Minimalist travel is an art. It takes a lot of time and practice to master it, and there are many variants. In this context, one of the primary challenges is to find your essentials. Once determined, those essentials will form the basis of your minimalist packing list, creating a set of core items that work on any journey. On this basis, here is my minimalist world traveler kit.
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Whether you want to travel full-time or go on a two-week adventure, minimalist travel essentials will simplify the journey.
I’ve been on the road more or less continually for the last three years and never carry more than two carry-on backpacks. The two bags fit all of my camera gear, electronics, clothes, and toiletries.
Some sacrifices are necessary, but you don’t have to travel ultralight to benefit from minimalist travel principles.
My 10 minimalist travel essentials – how to travel the world full-time
The following components make up my minimalist packing list. They work in every environment and score points with their versatility and durability.
1. Two backpacks
First and foremost, a minimalist world traveler kit includes backpacks.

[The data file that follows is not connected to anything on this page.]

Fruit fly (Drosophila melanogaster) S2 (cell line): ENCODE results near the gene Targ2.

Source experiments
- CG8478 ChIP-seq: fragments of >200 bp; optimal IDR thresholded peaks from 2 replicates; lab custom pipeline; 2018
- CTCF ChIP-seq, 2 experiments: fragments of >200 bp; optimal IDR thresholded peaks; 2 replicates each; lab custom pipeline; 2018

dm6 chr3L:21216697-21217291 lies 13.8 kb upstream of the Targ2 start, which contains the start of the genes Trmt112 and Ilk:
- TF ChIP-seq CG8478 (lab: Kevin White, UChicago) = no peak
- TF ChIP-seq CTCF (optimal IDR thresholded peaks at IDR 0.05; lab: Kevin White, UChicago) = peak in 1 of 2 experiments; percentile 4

I don’t particularly rate those huge 80L backpacks that many first-time backpackers use. They are cumbersome, impractical, and highly conspicuous. In my 1,000 plus days on the road, I’ve never used a big bulky backpack.
They are also outdated. In 2006, there weren’t many alternatives, but today, hundreds of forward-thinking companies produce smaller, more low-key backpacks that are much better-suited to long-term travel.
I used to travel with an 80L wheeled duffle bag, but I have downsized to the two PacSafes for more comfort and public transport suitability.
I nowadays use the Vibe as a carry-on, mainly for camera gear, and the VentureSafe as my primary luggage. Both are discrete, stylish, and extremely durable. They can handle deserts, tropical rainforests, and snowy treks. They also have world-leading safety features, making them excellent companions for rougher cities.
All in all, PacSafe offers ideal backpacks for minimalist travelers – creating a functional base for your minimalist world traveler kit.
2. A foldable day-pack (and a dry bag)
Inside my two PacSafe bags, I keep a foldable day-pack and a dry bag for beach expeditions.
One of the secrets of minimalist travel is to combine various pieces of luggage and gear into one another. That’s where foldable day-packs come into play.
The EagleCreek 25L is well-made and sturdy, but most importantly, it folds into a miniature piece that you can easily store in your main backpack.
As such, it works perfectly for day trips and short excursions.